I've wondered for some time at the odd parallels between, on the one hand, the resemblances between Kurds -- the largest nation without a state -- and Jews, on the one hand, and between Kurds and Palestinians. Perhaps no people would be better able to understand the intellectual framework of Zionism -- that a nation without a state is unable to prevent its own persecution. That Kurds have been persecuted by Arabs (and Turks and Persians, one should add) is a matter of historical record.
But the Kurds find themselves in a position that is somewhat analogous to the Palestinians. The State is Israel, threatened though it may be, exists. The Palestinians have no state, and in fact haven't been treated all that well by their Arab brethern.
Kurdish journalist Sivan Amedi, who's written a travelogue of his recent return to Kurdistan, has written an article on exactly these themes. (Incidentally, the other pieces in his interesting series are linked at the bottom of the article I've linked -- they're all worth reading.)
The piece is written in a simple language that I find highly affecting. After noting that the Palestinians are the most famous of the stateless people, he distinguishes between the Israeli Arabs and those living under occupation. Amedi notes, "In their struggle against occupation, during which they have rejected many compromise proposals of varying fairness, they have used immoral tactics that include targeting civilians worldwide to promote their cause. These are terrorist tactics." He adds that Kurds have employed the same tactics, but now condemn them.
I found this passage particularly interesting:
The Palestinians will eventually achieve statehood, and would have long ago if it were not for their leadership’s selfish machinations and foolish gambles coupled with the trickery of their Arab brothers. The citizens of Israel will have to accept their new Palestinian neighbors as a nation like any other, proud of their identity. The Palestinians will remember their own struggle against occupation, and will erect statues of their heroes, many of whom may very well have strong terrorist credentials. This will have to be accepted.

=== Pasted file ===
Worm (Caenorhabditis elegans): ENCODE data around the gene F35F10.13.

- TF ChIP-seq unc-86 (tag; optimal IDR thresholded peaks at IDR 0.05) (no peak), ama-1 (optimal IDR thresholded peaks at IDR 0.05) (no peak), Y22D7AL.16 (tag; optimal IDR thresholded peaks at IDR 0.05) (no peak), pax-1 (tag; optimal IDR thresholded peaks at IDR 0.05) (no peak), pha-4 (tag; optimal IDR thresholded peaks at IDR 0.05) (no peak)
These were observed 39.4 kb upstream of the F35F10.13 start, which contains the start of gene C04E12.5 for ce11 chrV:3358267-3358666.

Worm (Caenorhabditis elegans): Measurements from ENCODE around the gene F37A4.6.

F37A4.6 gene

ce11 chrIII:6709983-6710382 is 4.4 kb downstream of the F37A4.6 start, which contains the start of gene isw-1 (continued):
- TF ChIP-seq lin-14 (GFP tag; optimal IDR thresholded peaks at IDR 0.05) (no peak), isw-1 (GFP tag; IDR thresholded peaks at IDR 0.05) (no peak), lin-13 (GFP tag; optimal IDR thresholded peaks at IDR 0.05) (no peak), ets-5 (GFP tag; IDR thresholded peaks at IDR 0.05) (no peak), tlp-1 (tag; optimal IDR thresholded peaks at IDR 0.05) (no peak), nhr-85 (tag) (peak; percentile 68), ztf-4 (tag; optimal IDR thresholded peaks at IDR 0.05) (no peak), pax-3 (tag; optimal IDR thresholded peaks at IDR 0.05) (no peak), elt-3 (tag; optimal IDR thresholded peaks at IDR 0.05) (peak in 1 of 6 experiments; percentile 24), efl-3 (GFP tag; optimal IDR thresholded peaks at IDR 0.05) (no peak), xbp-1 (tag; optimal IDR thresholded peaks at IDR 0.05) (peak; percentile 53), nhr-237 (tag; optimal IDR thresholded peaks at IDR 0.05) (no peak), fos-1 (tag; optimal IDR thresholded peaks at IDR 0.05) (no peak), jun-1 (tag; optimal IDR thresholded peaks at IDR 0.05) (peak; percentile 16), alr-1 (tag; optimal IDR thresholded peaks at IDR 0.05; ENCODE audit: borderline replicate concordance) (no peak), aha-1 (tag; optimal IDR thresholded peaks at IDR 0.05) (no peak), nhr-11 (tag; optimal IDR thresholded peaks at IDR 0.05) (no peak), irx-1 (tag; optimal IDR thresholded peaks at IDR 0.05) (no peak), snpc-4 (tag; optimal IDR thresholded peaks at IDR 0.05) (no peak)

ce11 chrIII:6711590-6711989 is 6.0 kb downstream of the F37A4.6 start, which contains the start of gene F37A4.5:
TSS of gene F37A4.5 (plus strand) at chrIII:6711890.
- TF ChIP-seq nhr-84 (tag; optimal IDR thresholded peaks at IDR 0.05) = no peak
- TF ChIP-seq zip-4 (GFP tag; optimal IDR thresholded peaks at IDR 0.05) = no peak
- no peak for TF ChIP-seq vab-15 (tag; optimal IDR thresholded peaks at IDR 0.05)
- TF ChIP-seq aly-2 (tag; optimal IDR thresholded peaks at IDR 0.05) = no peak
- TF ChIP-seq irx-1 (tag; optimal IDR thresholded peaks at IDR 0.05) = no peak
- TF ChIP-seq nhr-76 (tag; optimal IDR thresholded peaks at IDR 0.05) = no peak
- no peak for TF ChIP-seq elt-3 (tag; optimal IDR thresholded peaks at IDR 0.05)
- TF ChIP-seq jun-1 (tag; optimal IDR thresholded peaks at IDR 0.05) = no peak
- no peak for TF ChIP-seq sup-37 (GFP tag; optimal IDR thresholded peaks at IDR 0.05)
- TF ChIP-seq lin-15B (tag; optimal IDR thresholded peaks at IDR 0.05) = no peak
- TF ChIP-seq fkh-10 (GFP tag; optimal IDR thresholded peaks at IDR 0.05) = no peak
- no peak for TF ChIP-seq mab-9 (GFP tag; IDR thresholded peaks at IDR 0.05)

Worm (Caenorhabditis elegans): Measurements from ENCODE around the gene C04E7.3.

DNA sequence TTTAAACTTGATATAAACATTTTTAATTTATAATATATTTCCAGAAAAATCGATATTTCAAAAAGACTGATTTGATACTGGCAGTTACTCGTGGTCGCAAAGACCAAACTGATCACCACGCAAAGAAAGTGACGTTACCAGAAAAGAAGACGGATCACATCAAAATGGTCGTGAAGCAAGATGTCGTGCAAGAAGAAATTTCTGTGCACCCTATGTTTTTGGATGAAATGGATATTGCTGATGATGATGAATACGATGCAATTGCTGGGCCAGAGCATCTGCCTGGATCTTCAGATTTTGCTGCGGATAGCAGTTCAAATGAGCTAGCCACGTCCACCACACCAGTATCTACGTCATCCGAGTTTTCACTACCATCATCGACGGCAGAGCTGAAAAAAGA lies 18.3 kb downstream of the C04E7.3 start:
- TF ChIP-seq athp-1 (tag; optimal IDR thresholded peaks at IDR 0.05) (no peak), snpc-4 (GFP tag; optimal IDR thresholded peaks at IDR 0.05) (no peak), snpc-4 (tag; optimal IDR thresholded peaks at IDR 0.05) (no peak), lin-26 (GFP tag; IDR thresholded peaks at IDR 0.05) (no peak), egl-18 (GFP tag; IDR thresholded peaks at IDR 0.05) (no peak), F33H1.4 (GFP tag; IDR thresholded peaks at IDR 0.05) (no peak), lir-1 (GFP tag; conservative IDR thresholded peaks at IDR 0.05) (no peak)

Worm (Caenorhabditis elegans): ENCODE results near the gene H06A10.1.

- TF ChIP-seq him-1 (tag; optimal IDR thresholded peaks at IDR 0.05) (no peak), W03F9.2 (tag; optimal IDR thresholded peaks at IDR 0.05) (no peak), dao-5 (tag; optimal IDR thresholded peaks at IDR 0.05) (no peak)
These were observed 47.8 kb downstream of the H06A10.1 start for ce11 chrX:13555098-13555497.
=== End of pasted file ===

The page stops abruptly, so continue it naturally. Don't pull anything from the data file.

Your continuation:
The Kurds of today are the Jews of decades and centuries ago. They are divided by different foreign oppressors. Some of them are forgetting their own language. Many of them are in exile. The Kurds, like the Jews, strive to live in peace with their neighbors and establish a democratic nation-state of their own. The Kurds, like the Jews, are also surrounded by “neighbors” who may hate each other but can call agree on one thing –a common cause in opposing any and all aspirations of the Jewish and Kurdish nations.
I also sympathize with the Palestinians. Anyone who has spent a day in Amed knows the feeling of occupation. Those who have visited Amed in the not so recent past have experienced a day in the life of a Palestinian in the West Bank, seeing armored personnel carriers on the side of the road. They have also experienced another indignity unknown to even the Palestinians under Israeli occupation – they have seen an entire city that could only speak the language of the occupier in public for fear of being accused of separatism and terrorism.
He writes of martyrs -- those the Palestinians claim, and those the Kurds revere, and adds, "I am of course also humbled when I read about American soldiers who gave their lives to liberate Iraq, fighting a war that I felt I should have personally fought myself." Earlier, he wrote,
While Palestinian organizations make headlines today by threatening the US and blowing up busses full of civilians, Kurdish organizations do not indulge in these tactics. Perhaps that is why Kurdistan will never be the darling cause of liberals and radicals worldwide, from the parliaments of Europe to the college campuses of America. The Kurds do not curse the US.
Read the whole thing.
Posted by Ideofact at November 16, 2003 11:07 PM